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More Bank Failures (1857) | Wisconsin Historical Society

Historical Essay

More Bank Failures (1857)

More Bank Failures (1857) | Wisconsin Historical Society

Twenty years after the Panic of 1837 (described in a previous entry), Wisconsin suffered again when the nation plunged into another depression.

The economy had boomed for a decade. Railroads extended their reach all across the nation, cutting the cost and time required to move people and goods. The population grew dramatically as European immigrants entered Atlantic ports and easterners spread out over the Midwest. Small craft shops and talented artisans were replaced by factories that could mass-produce most necessities. The California Gold Rush of 1849 inspired many people to think that maybe they, too, could get rich quick.

But much of this growth had been financed on loans backed by insufficient collateral, and commercial banks had been lax about holding gold and silver equal to the amount of their paper notes. Two unrelated events helped trigger a run on banks that brought the U.S. economy to its knees for the second time in 20 years.

On August 24, 1857, a major New York City bank went belly up due to massive embezzlement. Then three weeks later, a ship carrying 15 tons of gold headed for East Coast banks was lost at sea en route from the San Francisco Mint. Consumers and investors imediately feared that their paper money would become worthless, as had happened in 1837, and demanded gold and silver. There wasn't enough hard cash to go around, and in October all such payments were suspended. As in 1837, employers couldn't meet their payrolls, businesses couldn't pay their debts, entrepreneurs couldn't find investors, banks couldn't supply withdrawals to their customers, and commerce ground to halt. By the time things settled down more than 5,000 businesses had gone bankrupt and unemployed workers were demonstrating in the streets.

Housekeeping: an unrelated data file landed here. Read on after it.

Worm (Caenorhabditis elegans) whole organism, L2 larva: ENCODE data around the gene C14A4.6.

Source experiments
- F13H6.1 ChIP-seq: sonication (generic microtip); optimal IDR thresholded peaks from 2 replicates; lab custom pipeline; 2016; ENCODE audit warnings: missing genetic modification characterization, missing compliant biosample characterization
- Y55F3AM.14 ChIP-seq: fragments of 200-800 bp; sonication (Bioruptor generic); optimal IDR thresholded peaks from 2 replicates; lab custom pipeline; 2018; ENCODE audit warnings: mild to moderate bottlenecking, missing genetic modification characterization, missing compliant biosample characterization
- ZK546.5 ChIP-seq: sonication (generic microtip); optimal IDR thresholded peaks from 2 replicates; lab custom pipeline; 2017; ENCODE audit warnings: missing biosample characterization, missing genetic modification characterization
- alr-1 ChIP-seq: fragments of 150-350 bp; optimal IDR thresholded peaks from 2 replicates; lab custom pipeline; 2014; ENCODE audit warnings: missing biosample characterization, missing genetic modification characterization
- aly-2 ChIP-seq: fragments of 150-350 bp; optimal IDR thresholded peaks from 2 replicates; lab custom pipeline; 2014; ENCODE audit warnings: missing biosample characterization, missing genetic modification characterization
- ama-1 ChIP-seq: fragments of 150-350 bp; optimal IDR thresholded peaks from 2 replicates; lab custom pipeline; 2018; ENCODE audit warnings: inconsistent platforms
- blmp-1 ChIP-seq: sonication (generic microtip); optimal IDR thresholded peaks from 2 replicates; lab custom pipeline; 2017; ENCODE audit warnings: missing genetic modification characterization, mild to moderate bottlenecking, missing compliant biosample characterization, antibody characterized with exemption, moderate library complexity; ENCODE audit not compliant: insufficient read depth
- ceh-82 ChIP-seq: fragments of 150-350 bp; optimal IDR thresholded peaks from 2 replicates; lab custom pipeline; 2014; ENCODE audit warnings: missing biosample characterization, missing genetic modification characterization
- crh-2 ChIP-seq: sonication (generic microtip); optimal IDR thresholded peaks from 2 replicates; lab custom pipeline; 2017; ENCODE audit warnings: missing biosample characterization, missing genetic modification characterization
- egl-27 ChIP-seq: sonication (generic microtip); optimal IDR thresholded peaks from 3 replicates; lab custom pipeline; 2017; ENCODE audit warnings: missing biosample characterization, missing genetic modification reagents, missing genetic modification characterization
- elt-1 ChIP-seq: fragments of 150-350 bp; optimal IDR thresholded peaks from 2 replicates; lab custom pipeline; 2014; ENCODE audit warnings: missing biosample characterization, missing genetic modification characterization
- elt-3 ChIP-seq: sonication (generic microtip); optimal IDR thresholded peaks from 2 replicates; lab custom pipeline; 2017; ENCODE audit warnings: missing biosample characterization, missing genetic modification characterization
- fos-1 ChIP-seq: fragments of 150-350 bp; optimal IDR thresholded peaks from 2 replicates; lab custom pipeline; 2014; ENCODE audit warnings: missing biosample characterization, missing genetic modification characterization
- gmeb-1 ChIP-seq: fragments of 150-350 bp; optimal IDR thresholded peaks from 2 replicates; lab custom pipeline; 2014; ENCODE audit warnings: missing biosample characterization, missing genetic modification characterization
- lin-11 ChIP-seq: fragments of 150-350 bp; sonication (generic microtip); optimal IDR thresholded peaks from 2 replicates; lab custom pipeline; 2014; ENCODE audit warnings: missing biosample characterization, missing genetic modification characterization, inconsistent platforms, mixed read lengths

The Panic of 1857 was felt especially hard in Wisconsin. LaCrosse, for example, had grown from a hamlet of six houses in 1851 to a town of 6,000 people in 1856 (a fact much touted by the mayor and other promoters). Homes, stores, sawmills, and businesses were sprouting enthusiastically when the Panic hit and employers and investors were unable to get their hands on cash. "Immediately all business operations were paralyzed," wrote a resident afterwards. "Much of the business had been done on credit which depended on outside parties for liquidation. Half a million dollars was owed to the lumbermen from parties down the river, principally. The lumbermen owed the farmers, merchants, banks, mechanics, and laborers, and could not pay."

A LaCrosse newspaper commented at the time, "Seventy new buildings are going up, although we do not see where the money is coming from to pay for them; but the fact is, that those who work have to take their pay in promises, store-goods, lumber, building lots, city scrip, and all kinds of dicker."

Unemployed workers hung around on the streets of LaCrosse through the spring of 1858, and when the census was taken in 1860, almost half the population of 6,000 (cited with so much pride by the mayor in 1856) had left for greener pastures. Some went into the countryside where they could at least grow food to feed their families. Others went up or down the river in search of better opportunities. Other Wisconsin cities went through similar experiences.

Nationally, the Panic of 1857 was relatively short because the outbreak of the Civil War in early 1861 raised demand for farm products and manufactured goods, while at the same time it reduced the number of employable men because many entered military service. The result was higher wages and prices and a boost to the economy that lifted it out of its 1857 doldrums.